rules, regulations or to issue such administrative orders which can stand the
test of Articles 14 and 16. Appointment on compassionate ground cannot be
claimed as a matter of right. Die-in-harness scheme cannot be made applicable
to all types of posts irrespective of the nature of service rendered by the
deceased employee. In Rani Devi's case (supra) it was held that scheme
regarding appointment on compassionate ground if extended to all types of
casual or ad hoc employees including those who worked as apprentices cannot be
justified on constitutional grounds. In Life Insurance Corporation of India v.
Asha Ramchhandra Ambekar (Mrs.) and Anr. (1994 (2) SCC 718) it was pointed out
that High Courts and Administrative Tribunals cannot confer benediction
impelled by sympathetic considerations to make appointments on compassionate
grounds when the regulations framed in respect thereof do not cover and
contemplates such appointments. It was noted in Umesh Kumar Nagpal v. State of Haryana
and Ors. (1994 (4) SCC 138) that as a rule in public service appointment should
be made strictly on the basis of open invitation of applications and merit.
The appointment on compassionate ground is not another source of recruitment
but merely an exception to the aforesaid requirement taking into consideration
the fact of the death of employee while in service leaving his family without
any means of livelihood. In such cases the object is to enable the family to
get over sudden financial crisis. But such appointments on compassionate ground
have to be made in accordance with the rules, regulations or administrative
instructions taking into consideration the financial condition of the family of
In Smt. Sushma Gosain and Ors. v. Union of India and Ors. (1989 (4) SCC 468)
it was observed that in all claims of appointment on compassionate grounds,
there should not be any delay in appointment. The purpose of providing
appointment on compassionate ground is to mitigate the hardship due to death of
the bread-earner in the family. Such appointments should, therefore, be
provided immediately to redeem the family in distress. The fact that the ward
was a minor at the time of death of his father is no ground, unless the scheme
itself envisage specifically otherwise, to state that as and when such minor
becomes a major he can be appointed without any time consciousness or limit.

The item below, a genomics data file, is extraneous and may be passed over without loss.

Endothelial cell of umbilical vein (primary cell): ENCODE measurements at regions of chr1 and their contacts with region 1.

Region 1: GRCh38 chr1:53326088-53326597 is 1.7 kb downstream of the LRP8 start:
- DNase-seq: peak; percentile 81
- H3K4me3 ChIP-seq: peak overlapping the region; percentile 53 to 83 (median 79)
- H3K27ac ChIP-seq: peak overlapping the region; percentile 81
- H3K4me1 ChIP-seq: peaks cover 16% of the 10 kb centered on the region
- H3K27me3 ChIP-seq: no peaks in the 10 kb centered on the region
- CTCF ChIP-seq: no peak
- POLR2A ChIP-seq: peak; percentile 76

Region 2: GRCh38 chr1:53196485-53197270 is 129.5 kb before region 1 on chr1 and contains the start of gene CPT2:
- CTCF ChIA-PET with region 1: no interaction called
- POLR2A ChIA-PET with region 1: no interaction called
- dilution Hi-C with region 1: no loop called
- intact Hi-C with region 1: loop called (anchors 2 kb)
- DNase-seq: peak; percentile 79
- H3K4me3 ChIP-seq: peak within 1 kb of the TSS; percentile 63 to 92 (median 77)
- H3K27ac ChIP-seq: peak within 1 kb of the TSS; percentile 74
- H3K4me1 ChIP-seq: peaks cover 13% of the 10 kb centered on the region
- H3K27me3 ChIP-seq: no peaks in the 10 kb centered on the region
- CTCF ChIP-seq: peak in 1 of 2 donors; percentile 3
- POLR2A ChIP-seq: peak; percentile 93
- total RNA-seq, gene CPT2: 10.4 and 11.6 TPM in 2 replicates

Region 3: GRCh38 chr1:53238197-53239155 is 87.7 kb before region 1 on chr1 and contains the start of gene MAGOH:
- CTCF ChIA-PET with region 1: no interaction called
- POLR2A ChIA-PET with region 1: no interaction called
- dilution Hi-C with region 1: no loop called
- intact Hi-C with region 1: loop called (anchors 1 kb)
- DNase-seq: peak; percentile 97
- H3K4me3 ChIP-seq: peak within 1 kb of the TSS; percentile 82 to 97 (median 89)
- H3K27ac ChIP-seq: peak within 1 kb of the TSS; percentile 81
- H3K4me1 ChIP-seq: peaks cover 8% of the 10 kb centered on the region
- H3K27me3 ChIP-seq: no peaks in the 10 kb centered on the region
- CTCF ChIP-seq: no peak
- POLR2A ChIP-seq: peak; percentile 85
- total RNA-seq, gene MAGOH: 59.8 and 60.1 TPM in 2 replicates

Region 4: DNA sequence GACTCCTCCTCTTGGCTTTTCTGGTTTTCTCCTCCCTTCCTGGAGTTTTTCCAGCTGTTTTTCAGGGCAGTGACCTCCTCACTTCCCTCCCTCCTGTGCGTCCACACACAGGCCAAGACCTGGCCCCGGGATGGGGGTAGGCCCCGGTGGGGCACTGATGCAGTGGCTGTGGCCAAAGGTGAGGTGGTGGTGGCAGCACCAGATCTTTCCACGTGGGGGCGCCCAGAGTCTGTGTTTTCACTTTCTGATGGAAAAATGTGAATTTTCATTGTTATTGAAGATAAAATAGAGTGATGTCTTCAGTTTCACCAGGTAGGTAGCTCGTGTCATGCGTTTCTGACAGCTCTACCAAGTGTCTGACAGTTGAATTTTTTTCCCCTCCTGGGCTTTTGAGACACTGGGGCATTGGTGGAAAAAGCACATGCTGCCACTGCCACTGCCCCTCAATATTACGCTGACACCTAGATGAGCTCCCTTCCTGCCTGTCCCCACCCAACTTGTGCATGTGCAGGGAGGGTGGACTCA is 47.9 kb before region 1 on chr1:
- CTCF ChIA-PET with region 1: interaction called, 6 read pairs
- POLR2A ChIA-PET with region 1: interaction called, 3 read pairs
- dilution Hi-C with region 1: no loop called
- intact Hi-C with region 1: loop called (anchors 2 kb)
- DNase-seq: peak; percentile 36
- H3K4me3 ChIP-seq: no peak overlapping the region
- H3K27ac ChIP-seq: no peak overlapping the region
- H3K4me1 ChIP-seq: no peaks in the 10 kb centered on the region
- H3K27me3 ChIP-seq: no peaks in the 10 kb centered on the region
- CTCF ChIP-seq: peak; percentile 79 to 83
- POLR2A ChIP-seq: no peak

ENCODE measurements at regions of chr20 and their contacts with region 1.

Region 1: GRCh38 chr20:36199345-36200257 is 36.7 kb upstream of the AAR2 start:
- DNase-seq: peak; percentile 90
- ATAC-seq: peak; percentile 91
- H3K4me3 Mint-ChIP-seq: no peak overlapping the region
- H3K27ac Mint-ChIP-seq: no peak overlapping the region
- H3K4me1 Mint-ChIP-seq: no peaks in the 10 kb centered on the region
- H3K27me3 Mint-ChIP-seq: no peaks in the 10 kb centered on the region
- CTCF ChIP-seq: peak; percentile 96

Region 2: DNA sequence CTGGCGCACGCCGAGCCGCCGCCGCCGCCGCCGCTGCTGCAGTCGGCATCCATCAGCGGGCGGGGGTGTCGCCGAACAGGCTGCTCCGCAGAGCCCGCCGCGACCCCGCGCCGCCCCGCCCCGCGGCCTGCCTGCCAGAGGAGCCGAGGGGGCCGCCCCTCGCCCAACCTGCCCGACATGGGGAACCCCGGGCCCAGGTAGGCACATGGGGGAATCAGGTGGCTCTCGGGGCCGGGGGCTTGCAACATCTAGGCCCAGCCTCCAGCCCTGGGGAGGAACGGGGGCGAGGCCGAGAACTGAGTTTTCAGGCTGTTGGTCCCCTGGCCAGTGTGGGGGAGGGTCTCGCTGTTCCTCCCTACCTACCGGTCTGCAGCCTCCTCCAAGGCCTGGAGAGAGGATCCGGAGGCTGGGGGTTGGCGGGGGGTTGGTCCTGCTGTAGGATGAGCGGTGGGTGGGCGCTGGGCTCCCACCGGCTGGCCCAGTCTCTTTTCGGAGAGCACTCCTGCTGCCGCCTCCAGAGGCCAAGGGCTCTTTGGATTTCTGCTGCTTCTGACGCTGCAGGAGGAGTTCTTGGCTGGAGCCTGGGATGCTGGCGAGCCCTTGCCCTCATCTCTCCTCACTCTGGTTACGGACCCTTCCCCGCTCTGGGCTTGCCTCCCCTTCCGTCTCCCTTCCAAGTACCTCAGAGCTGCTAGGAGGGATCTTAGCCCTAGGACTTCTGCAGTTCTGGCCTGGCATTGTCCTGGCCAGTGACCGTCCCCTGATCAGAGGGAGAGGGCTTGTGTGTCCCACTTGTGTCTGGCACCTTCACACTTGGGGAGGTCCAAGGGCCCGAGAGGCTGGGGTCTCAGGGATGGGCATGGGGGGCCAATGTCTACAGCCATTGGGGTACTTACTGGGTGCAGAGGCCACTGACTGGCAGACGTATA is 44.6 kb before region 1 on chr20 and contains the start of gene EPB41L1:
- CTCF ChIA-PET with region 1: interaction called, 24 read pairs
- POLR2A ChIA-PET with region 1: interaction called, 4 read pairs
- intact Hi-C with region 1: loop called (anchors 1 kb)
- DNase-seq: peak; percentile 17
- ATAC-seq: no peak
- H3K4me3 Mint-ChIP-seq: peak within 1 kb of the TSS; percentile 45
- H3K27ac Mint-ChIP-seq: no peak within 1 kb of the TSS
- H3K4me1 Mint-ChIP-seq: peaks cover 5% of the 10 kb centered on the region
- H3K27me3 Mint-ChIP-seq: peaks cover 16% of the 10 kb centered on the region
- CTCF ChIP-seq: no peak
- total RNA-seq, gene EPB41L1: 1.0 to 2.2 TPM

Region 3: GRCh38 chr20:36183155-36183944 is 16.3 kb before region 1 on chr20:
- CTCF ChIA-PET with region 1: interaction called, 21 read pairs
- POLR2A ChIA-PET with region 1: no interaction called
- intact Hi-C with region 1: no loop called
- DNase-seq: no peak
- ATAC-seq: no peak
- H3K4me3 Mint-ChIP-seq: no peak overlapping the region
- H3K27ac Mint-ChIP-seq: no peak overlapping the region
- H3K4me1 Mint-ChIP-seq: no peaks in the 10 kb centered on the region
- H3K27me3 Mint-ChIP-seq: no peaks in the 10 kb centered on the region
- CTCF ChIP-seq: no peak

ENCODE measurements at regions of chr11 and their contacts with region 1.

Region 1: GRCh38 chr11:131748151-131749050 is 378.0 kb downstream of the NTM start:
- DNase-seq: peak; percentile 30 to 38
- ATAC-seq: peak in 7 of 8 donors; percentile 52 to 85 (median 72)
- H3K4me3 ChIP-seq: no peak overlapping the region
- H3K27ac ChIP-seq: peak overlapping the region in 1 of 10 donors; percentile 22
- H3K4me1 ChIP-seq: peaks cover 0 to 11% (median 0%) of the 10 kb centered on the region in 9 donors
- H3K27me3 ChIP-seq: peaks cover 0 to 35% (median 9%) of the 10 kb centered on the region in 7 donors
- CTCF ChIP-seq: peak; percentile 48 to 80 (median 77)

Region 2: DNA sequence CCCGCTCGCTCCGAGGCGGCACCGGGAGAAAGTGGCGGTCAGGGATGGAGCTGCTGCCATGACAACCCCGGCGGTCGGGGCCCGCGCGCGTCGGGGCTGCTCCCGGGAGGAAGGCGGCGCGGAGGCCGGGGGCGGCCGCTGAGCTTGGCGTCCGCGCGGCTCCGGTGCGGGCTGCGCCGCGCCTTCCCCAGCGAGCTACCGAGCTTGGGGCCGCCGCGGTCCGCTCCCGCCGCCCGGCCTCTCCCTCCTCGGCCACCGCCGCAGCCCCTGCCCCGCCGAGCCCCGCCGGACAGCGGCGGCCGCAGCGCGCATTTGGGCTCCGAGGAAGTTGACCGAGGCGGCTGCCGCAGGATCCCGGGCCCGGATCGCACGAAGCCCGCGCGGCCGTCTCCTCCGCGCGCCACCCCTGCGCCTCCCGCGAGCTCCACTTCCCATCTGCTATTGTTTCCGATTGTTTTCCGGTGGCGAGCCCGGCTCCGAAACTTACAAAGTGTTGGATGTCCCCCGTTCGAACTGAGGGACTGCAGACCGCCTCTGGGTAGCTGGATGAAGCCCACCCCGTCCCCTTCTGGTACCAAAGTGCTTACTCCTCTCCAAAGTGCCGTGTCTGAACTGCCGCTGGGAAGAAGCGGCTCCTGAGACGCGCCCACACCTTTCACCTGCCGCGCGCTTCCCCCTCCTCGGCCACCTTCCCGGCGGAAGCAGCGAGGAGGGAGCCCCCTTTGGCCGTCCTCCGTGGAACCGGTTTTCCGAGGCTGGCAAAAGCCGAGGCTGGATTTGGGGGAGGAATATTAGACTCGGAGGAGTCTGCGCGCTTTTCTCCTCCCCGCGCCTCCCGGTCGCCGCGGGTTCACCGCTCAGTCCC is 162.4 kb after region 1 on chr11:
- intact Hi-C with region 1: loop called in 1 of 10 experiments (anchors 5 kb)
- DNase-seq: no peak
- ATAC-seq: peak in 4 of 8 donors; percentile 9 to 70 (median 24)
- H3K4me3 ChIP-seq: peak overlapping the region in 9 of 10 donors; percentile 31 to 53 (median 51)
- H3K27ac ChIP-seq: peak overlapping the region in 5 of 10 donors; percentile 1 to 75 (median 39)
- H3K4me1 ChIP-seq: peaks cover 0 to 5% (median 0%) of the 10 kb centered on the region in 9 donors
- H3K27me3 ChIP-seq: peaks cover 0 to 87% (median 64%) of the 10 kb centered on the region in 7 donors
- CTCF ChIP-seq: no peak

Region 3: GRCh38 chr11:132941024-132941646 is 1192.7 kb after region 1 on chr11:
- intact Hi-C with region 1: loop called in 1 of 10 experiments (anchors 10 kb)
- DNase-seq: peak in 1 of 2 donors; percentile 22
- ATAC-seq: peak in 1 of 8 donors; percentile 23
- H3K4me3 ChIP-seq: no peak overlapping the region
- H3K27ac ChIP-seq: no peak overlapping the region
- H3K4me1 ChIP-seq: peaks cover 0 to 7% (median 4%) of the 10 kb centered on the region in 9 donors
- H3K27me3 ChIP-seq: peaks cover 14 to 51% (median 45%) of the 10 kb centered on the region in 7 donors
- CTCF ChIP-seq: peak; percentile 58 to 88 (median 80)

The above view was re-iterated in Phoolwati (Smt.) v. Union of India and Ors. (1991
Supp. (2) SCC 689) and Union of India and Ors. v. Bhagwan Singh (1995 (6) SCC
476). In Director of Education (Secondary) and Anr. v. Pushpendra Kumar and
Ors. (1998 (5) SCC 192); it was observed that in matter of compassionate
appointment there cannot be insistence for a particular post. Out of purely
humanitarian consideration and having regard to the fact that unless some
source of livelihood is provided the family would not be able to make both ends
meet, provisions are made for giving appointment to one of the dependants of
the deceased who may be eligible for appointment. Care has, however, to be
taken that provision for ground of compassionate employment which is in the
nature of an exception to the general provisions does not unduly interfere with
the right of those other persons who are eligible for appointment to seek
appointment against the post which would have been available, but for the
provision enabling appointment being made on compassionate grounds of the
dependant of the deceased employee. As it is in the nature of exception to the
general provisions it cannot substitute the provision to which it is an
exception and thereby nullify the main provision by taking away completely the
right conferred by the main provision.
In State of U.P. and Ors. v. Paras Nath (1998(2) SCC 412) it was held that
the purpose of providing employment to the dependant of a government servant
dying-in harness in preference to anybody else is to mitigate hardship caused
to the family of the deceased on account of his unexpected death while in
service. To alleviate the distress of the family, such appointments are
permissible on compassionate grounds provided there are Rules providing for
such appointments. None of these considerations can operate when the
application is made after a long period of time. In that case also the delay
was 17 years.
These aspects were highlighted in State of Manipur v. Md. Rajaodin (2003 (7)
SCC 511), State of Haryana & Anr. v. Ankur Gupta (2003 (7) SCC 704), Haryana
State Electricity Board v. Naresh Tanwar (1996 (8) SCC 23) and Haryana State
Electricity Board v. Hakim Singh (1997 (8) SCC 85) and Punjab National Bank and
Ors. v. Ashwini Kumar Taneja (Civil Appeal No.
5256 of 2004 decided on 16.8.2004) Above being the position, we find the
judgment of the High Court to be unsustainable. The same is, therefore, set
Our judgment, however, will not stand in the way of the respondent's case
being considered sympathetically under any scheme or by any administrative
decision in accordance with law.
The appeal is allowed with no orders as to costs.